Translation:My friend was in New York yesterday.
Why is 了 not used with 在?
I think of it this way: I don't say, "I was atted New York yesterday." In Chinese "to be" verbs remain the same regardless of the time frame. 在 is a verb that includes "to be"in its meaning along with "at." So I literally say with 在, "Today I am at; tomorrow I am at; and yesterday I am at."
So I read a fluentu article recently, which basically said, if I am not mistaken, that Chinese has no tenses, so I would say that they just used the the day to validate when the event occurred. Hopefully I am understanding what both you and the article I mentioned are saying. https://www.fluentu.com/blog/chinese/2013/10/30/chinese-sentence-structure/. Thus, I would say that your consideration of zai as a more or less perpetually "present tense" verb would be correct, but I would think of zai as "in" or "at" in this context, but then I do not know why duolingo would be teaching us le and zai to go before or after words...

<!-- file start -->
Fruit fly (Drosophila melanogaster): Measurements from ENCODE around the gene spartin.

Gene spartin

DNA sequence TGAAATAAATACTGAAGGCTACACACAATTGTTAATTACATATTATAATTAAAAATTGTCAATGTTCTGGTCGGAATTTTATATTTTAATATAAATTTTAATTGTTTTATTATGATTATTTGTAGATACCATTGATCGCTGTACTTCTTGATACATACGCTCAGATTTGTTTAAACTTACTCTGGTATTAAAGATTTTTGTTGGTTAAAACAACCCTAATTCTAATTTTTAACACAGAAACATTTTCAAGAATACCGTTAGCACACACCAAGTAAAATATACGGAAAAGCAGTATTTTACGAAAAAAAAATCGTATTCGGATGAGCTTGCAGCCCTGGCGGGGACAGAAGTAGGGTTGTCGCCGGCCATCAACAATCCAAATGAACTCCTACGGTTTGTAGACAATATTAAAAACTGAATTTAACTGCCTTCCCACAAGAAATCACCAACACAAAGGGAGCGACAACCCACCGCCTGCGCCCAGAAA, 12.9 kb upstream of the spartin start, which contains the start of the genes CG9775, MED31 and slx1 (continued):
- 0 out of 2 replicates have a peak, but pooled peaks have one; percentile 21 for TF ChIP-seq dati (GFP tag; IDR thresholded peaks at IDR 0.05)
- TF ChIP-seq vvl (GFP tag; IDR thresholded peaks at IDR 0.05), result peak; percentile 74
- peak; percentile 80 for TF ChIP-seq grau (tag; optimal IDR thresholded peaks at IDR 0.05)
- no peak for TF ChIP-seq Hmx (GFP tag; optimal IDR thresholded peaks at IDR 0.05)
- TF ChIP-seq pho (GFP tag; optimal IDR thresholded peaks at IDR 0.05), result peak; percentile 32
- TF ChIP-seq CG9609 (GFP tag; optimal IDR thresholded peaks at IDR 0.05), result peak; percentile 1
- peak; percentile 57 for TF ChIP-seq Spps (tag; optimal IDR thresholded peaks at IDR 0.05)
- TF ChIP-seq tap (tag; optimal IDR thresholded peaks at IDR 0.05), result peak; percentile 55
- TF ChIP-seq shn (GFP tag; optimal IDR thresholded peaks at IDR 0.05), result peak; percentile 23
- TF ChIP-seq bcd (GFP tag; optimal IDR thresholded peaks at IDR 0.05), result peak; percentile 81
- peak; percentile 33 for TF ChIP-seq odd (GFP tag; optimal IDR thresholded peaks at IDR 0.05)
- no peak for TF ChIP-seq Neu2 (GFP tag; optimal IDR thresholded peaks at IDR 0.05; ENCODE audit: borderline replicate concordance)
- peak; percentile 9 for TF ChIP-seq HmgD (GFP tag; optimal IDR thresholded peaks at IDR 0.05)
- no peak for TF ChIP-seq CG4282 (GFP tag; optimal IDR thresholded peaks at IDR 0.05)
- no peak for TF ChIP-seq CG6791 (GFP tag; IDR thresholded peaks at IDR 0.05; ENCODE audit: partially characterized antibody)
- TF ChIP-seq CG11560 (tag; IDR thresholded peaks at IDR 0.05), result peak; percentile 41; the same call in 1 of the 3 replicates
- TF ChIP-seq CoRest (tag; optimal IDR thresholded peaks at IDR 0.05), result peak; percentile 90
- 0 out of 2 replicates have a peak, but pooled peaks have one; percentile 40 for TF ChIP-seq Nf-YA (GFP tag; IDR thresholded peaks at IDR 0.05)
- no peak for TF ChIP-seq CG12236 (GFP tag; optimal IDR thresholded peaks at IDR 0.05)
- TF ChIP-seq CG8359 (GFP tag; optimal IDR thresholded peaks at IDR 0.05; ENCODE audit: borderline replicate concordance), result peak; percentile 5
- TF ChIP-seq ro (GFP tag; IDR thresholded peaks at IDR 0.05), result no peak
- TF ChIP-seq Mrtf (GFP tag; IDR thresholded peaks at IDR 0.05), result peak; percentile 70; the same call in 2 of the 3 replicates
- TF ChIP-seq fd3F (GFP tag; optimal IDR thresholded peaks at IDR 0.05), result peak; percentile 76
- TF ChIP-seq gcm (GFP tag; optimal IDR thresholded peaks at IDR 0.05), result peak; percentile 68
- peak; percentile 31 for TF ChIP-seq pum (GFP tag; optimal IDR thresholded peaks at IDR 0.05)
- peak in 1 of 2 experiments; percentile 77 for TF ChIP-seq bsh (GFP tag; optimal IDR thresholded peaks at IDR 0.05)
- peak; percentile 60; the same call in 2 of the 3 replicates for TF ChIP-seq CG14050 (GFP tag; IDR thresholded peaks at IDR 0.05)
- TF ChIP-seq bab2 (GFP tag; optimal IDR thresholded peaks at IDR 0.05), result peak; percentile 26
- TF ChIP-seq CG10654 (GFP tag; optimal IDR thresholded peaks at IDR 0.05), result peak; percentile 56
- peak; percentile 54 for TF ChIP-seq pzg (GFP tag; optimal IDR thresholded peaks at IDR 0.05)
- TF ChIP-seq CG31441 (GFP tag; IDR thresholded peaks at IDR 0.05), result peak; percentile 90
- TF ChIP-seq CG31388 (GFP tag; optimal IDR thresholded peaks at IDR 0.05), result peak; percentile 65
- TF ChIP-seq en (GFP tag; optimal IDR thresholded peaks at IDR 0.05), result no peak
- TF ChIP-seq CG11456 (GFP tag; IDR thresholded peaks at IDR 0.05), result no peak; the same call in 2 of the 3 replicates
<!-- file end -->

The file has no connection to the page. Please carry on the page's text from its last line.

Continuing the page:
I live in upstate NY, and when i travel to different parts of the country when people say "New York" they could be referring to the city or the state depending on where i am and the context of the conversation.
In the state of NY people downstate are usually referring to the city when they say "New York", people upstate are usually referring to the state when they say the same thing.
So even in english it can mean either depending on the context of the conversation when it isnt specified
DL isn't very good at abbreviations even in courses graduated from beta.